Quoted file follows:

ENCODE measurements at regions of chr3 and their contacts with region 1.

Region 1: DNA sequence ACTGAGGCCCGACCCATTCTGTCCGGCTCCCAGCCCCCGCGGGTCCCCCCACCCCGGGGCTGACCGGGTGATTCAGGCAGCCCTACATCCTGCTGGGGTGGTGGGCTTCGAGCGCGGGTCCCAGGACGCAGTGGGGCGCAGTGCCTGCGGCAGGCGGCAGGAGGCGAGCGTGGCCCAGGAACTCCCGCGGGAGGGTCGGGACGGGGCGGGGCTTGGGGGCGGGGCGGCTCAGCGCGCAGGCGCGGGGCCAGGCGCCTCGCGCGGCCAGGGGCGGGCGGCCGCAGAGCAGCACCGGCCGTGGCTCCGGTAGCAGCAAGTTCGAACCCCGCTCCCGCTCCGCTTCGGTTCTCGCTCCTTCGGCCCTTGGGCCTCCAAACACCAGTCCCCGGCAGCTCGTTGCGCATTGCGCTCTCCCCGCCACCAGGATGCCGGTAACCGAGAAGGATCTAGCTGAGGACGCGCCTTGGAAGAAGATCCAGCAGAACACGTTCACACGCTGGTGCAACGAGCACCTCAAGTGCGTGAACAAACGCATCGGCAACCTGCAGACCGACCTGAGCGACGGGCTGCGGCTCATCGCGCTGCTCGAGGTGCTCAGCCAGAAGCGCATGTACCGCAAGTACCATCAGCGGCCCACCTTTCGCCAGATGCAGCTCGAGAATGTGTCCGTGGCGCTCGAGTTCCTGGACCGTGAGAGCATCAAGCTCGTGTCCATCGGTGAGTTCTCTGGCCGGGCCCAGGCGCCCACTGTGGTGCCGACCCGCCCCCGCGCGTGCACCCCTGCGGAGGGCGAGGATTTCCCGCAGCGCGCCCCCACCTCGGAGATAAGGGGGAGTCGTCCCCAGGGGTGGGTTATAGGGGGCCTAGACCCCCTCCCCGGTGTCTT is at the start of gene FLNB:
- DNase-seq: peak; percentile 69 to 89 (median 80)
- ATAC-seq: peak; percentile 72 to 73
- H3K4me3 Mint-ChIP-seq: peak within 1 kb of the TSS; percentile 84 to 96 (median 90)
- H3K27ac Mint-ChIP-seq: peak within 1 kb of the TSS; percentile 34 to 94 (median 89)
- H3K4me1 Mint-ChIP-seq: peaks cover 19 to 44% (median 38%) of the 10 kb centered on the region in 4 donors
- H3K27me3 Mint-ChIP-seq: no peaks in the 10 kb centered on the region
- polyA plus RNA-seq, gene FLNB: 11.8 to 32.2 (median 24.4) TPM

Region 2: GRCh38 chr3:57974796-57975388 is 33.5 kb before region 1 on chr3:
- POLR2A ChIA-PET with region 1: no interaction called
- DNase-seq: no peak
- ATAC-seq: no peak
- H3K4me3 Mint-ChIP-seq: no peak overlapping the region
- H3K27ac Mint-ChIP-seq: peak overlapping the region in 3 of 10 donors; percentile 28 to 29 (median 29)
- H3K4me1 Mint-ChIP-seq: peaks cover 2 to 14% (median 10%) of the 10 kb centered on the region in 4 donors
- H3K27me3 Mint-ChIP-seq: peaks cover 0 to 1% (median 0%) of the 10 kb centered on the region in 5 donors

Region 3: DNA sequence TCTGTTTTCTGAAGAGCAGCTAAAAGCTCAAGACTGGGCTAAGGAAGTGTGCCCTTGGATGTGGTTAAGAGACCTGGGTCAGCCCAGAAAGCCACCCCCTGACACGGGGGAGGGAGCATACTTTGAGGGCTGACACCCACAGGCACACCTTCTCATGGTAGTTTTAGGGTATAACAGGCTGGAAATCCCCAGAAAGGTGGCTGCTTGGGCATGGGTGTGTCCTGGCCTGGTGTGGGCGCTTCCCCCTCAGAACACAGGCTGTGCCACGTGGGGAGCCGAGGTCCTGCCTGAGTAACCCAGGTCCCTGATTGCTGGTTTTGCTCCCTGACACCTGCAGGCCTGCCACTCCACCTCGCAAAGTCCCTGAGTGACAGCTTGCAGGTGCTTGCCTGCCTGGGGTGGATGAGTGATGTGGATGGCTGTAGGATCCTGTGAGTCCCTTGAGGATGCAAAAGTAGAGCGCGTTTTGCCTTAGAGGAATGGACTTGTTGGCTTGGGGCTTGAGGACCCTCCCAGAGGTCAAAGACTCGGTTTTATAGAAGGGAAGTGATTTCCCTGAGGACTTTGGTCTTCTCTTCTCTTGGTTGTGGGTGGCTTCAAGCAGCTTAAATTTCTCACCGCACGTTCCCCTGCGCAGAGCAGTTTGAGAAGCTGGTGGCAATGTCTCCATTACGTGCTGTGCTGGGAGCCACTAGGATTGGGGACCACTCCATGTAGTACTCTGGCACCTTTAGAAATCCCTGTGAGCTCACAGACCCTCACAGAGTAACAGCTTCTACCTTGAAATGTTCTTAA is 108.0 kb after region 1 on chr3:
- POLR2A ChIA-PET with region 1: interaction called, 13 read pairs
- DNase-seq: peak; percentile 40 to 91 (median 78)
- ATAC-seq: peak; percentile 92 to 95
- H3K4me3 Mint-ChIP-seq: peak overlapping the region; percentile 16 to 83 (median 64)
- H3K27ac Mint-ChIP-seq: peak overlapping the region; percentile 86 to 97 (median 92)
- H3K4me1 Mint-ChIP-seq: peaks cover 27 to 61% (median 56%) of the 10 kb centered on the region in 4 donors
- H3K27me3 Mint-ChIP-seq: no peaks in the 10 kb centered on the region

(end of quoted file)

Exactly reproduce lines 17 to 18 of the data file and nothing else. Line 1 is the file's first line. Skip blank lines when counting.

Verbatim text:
- H3K27me3 Mint-ChIP-seq: peaks cover 0 to 1% (median 0%) of the 10 kb centered on the region in 5 donors

Region 3: DNA sequence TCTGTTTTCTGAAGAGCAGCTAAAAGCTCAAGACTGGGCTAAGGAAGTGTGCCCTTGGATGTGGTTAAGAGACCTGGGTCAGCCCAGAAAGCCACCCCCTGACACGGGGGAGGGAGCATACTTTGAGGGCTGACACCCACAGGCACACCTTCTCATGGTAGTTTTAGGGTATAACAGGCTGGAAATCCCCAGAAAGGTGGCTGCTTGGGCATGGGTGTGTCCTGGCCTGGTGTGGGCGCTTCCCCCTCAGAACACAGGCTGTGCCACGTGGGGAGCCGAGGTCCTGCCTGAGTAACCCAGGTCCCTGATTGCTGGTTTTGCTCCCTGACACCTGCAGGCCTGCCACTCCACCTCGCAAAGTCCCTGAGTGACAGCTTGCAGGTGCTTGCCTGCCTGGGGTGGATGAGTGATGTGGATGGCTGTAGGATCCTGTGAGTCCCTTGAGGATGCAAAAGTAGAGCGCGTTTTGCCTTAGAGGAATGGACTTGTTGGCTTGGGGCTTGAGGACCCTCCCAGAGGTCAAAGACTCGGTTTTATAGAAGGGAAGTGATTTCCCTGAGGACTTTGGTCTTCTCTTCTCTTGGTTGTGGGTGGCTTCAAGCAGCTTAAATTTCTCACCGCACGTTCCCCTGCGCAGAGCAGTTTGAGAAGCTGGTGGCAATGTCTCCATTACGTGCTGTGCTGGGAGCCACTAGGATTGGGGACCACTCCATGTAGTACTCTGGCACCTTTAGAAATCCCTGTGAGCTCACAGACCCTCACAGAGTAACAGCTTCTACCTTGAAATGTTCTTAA is 108.0 kb after region 1 on chr3: